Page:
I think the answer here is that this isn't really an ideal moderate Republican plan. It's a plan that a few moderate Republicans have proposed before...but they only proposed it as an alternative to an incredibly liberal plan. Very few moderate Republicans have fought for a plan like this or even supported one. Their support was nominal.
The exception was Mitt Romney...but even he was working with a huge liberal Democratic majority (8-1 in one legislature).
In a vacuum, would any Republican actually seriously push for this plan or any other healthcare plan? No. They simply don't care about healthcare. It's not on their agenda. So it's hard to really ascribe the plan to any of them and be 100% accurate. It works as a political rhetoric, but it's a stretch in practice.
I think this is a progressive victory. We're providing public insurance (Medicaid) for [~15] millions, spending on public health clinics, giving subsidies to millions, and we're moving towards a system where private insurance companies are more like heavily regulated utilities. That's a system that can work, and has worked in other countries.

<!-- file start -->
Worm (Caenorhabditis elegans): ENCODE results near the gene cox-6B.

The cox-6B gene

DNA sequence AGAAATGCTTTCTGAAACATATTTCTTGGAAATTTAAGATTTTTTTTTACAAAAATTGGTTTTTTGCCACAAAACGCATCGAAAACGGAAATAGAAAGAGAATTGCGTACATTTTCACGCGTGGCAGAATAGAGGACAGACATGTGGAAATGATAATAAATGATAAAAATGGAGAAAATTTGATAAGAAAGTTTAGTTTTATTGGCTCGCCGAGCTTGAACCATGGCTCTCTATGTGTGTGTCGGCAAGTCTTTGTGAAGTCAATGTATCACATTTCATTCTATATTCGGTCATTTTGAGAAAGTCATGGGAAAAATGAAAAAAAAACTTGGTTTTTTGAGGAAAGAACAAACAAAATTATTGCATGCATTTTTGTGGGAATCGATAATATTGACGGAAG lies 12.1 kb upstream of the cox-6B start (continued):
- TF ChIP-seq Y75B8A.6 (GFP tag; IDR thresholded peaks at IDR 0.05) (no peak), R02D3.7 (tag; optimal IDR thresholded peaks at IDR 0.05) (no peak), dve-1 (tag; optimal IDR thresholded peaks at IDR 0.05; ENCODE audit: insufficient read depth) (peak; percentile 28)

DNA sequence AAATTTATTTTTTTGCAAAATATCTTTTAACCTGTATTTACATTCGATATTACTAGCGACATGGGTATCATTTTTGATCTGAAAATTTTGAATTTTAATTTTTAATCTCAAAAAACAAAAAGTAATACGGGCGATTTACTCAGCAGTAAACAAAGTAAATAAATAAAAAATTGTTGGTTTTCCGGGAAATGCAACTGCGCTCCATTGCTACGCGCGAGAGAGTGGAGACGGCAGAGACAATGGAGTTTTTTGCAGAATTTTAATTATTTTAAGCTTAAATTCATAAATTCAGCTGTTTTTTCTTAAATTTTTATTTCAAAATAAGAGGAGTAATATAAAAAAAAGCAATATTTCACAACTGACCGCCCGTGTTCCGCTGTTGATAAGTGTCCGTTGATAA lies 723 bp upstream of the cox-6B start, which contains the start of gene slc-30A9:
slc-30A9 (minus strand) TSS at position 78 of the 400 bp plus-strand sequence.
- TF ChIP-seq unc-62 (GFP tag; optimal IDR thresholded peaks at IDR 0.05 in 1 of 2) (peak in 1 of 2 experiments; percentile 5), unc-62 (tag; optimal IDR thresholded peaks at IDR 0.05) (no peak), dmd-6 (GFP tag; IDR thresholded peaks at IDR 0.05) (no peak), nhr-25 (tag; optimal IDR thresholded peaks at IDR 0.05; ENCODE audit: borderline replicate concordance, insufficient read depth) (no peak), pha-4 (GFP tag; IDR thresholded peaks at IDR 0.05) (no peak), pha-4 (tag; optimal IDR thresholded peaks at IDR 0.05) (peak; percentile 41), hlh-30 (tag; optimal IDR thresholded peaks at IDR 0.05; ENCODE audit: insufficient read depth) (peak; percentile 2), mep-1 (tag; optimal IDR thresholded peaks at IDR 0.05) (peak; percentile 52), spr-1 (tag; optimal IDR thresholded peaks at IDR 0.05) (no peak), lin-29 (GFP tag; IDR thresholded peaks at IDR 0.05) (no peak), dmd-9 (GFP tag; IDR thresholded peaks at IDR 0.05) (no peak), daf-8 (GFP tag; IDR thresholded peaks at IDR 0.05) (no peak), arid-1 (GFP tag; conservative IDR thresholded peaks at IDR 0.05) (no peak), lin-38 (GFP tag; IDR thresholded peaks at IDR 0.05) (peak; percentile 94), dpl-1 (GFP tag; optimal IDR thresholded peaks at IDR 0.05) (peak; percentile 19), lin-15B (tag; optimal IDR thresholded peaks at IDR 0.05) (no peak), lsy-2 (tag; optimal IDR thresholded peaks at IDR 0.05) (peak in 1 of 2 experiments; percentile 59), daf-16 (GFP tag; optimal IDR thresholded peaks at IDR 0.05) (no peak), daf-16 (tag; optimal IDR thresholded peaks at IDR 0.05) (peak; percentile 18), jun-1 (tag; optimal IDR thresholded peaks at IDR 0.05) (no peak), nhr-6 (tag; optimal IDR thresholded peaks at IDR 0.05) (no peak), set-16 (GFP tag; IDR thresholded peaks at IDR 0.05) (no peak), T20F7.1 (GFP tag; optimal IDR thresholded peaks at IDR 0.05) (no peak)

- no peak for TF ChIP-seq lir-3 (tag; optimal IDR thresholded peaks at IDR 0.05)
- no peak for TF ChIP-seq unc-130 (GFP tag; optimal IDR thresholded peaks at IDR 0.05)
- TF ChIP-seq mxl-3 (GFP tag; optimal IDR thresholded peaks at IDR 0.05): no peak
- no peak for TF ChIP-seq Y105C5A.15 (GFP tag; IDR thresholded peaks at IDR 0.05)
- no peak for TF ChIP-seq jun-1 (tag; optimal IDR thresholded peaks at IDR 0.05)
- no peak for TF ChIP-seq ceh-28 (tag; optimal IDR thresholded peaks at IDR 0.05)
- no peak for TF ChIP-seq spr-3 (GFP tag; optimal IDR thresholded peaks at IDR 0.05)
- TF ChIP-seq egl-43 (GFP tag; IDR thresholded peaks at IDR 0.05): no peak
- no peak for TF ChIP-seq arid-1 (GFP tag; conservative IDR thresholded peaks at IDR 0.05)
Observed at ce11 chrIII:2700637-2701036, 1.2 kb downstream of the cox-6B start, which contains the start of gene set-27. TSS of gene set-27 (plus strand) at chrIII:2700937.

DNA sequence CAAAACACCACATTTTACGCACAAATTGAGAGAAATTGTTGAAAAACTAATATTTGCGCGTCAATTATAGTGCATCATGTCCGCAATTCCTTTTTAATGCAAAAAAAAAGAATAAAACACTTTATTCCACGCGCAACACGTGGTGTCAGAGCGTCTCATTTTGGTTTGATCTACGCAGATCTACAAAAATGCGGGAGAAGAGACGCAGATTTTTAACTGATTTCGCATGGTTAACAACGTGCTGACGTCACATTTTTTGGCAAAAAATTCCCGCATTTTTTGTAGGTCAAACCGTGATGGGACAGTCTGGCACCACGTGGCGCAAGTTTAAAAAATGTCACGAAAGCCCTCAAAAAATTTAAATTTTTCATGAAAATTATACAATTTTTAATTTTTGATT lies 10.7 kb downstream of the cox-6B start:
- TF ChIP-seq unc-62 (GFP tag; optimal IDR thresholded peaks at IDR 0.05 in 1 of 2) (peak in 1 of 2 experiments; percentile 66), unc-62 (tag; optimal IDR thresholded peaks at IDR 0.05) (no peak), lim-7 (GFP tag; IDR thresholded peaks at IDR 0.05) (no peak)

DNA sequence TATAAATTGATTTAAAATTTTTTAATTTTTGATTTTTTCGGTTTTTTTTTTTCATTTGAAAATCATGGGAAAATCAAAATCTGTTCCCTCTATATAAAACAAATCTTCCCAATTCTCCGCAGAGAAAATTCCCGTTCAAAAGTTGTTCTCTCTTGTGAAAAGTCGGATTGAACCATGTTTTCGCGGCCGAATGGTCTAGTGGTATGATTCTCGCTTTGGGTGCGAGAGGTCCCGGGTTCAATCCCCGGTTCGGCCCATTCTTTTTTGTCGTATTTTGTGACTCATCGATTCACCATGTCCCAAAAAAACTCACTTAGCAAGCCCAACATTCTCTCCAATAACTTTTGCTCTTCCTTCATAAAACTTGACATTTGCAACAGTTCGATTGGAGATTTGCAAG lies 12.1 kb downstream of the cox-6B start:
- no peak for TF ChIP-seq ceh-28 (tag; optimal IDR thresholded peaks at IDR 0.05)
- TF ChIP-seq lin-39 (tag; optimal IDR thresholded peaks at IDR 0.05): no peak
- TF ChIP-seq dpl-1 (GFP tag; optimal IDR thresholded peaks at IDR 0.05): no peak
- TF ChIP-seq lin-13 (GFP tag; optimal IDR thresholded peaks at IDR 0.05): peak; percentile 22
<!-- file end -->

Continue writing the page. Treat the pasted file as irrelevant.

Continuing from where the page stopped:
There are many ways to skin the healthcare cat. There are many different systems that can work. We're heading towards the heavily regulated private market approach. That's fine.
One note: if progressives continue to enjoy political success for the foreseeable future, it's likely that some kind of Medicare buy-in or public insurance option will be added to the reform structure. If this happens, I would argue that something like French system of insurance may evolve over the coming decades. All else being equal, we're looking at a Dutch or Swiss system as a worst case scenario. Both countries acknowledge health care as a right, legally and culturally. That's why the Affordable Care Act is an historic progressive achievement.